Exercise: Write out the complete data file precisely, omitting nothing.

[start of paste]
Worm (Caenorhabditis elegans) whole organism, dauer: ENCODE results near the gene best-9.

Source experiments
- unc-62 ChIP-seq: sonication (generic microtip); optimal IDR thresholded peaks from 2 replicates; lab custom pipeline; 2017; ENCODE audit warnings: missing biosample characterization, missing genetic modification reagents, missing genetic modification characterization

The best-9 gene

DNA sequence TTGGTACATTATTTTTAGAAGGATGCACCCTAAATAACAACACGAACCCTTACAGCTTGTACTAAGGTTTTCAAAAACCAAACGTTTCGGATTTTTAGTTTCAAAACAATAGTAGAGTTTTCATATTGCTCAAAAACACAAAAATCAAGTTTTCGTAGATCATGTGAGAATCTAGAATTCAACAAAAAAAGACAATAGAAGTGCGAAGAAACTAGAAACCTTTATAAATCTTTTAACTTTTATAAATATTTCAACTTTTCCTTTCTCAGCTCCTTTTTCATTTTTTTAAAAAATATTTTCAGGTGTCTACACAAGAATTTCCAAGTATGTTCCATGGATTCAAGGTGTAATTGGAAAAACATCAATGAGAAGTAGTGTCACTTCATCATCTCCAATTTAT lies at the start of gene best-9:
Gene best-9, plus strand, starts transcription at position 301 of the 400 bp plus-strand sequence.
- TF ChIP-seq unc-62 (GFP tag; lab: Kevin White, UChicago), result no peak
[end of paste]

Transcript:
Worm (Caenorhabditis elegans) whole organism, dauer: ENCODE results near the gene best-9.

Source experiments
- unc-62 ChIP-seq: sonication (generic microtip); optimal IDR thresholded peaks from 2 replicates; lab custom pipeline; 2017; ENCODE audit warnings: missing biosample characterization, missing genetic modification reagents, missing genetic modification characterization

The best-9 gene

DNA sequence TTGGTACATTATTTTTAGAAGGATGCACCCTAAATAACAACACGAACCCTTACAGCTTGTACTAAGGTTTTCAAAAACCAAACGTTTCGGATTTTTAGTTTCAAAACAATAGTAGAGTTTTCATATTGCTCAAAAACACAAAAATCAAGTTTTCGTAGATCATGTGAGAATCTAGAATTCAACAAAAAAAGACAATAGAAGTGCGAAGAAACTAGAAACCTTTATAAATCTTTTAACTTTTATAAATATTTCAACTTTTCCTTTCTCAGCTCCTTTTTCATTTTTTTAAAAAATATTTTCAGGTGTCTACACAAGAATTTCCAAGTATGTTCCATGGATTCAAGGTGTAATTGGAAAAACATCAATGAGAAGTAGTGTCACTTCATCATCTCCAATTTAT lies at the start of gene best-9:
Gene best-9, plus strand, starts transcription at position 301 of the 400 bp plus-strand sequence.
- TF ChIP-seq unc-62 (GFP tag; lab: Kevin White, UChicago), result no peak